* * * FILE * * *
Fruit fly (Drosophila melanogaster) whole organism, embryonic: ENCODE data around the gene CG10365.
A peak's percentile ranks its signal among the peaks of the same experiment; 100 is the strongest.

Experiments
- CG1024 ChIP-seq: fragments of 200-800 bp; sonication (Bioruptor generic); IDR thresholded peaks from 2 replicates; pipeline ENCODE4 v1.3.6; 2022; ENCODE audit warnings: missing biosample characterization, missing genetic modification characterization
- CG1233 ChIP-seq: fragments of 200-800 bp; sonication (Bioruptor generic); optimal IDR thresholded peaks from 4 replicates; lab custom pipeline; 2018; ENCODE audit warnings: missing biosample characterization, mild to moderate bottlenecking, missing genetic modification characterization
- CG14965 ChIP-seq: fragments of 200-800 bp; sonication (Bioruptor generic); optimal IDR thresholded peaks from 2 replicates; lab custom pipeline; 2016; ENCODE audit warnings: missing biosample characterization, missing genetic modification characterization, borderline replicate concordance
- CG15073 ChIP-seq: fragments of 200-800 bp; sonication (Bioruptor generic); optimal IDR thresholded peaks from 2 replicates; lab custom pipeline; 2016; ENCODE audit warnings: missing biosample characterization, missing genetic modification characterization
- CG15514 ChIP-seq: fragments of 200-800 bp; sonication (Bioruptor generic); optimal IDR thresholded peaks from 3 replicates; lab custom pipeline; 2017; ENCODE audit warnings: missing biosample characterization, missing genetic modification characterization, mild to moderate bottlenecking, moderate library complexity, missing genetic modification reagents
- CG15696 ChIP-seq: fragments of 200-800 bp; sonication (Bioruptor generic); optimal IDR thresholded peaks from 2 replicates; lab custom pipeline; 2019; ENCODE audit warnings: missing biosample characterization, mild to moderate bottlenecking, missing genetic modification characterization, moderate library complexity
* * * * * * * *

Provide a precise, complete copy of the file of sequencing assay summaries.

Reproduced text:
Fruit fly (Drosophila melanogaster) whole organism, embryonic: ENCODE data around the gene CG10365.
A peak's percentile ranks its signal among the peaks of the same experiment; 100 is the strongest.

Experiments
- CG1024 ChIP-seq: fragments of 200-800 bp; sonication (Bioruptor generic); IDR thresholded peaks from 2 replicates; pipeline ENCODE4 v1.3.6; 2022; ENCODE audit warnings: missing biosample characterization, missing genetic modification characterization
- CG1233 ChIP-seq: fragments of 200-800 bp; sonication (Bioruptor generic); optimal IDR thresholded peaks from 4 replicates; lab custom pipeline; 2018; ENCODE audit warnings: missing biosample characterization, mild to moderate bottlenecking, missing genetic modification characterization
- CG14965 ChIP-seq: fragments of 200-800 bp; sonication (Bioruptor generic); optimal IDR thresholded peaks from 2 replicates; lab custom pipeline; 2016; ENCODE audit warnings: missing biosample characterization, missing genetic modification characterization, borderline replicate concordance
- CG15073 ChIP-seq: fragments of 200-800 bp; sonication (Bioruptor generic); optimal IDR thresholded peaks from 2 replicates; lab custom pipeline; 2016; ENCODE audit warnings: missing biosample characterization, missing genetic modification characterization
- CG15514 ChIP-seq: fragments of 200-800 bp; sonication (Bioruptor generic); optimal IDR thresholded peaks from 3 replicates; lab custom pipeline; 2017; ENCODE audit warnings: missing biosample characterization, missing genetic modification characterization, mild to moderate bottlenecking, moderate library complexity, missing genetic modification reagents
- CG15696 ChIP-seq: fragments of 200-800 bp; sonication (Bioruptor generic); optimal IDR thresholded peaks from 2 replicates; lab custom pipeline; 2019; ENCODE audit warnings: missing biosample characterization, mild to moderate bottlenecking, missing genetic modification characterization, moderate library complexity